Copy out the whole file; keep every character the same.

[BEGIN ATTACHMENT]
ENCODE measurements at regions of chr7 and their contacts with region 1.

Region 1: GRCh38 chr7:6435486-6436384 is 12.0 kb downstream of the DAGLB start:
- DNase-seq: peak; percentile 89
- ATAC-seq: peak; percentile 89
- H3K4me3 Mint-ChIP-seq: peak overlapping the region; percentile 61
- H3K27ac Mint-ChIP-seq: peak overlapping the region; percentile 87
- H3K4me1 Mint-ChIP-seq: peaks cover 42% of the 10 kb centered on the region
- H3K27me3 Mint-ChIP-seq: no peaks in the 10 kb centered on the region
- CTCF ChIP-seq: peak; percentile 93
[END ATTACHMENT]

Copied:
ENCODE measurements at regions of chr7 and their contacts with region 1.

Region 1: GRCh38 chr7:6435486-6436384 is 12.0 kb downstream of the DAGLB start:
- DNase-seq: peak; percentile 89
- ATAC-seq: peak; percentile 89
- H3K4me3 Mint-ChIP-seq: peak overlapping the region; percentile 61
- H3K27ac Mint-ChIP-seq: peak overlapping the region; percentile 87
- H3K4me1 Mint-ChIP-seq: peaks cover 42% of the 10 kb centered on the region
- H3K27me3 Mint-ChIP-seq: no peaks in the 10 kb centered on the region
- CTCF ChIP-seq: peak; percentile 93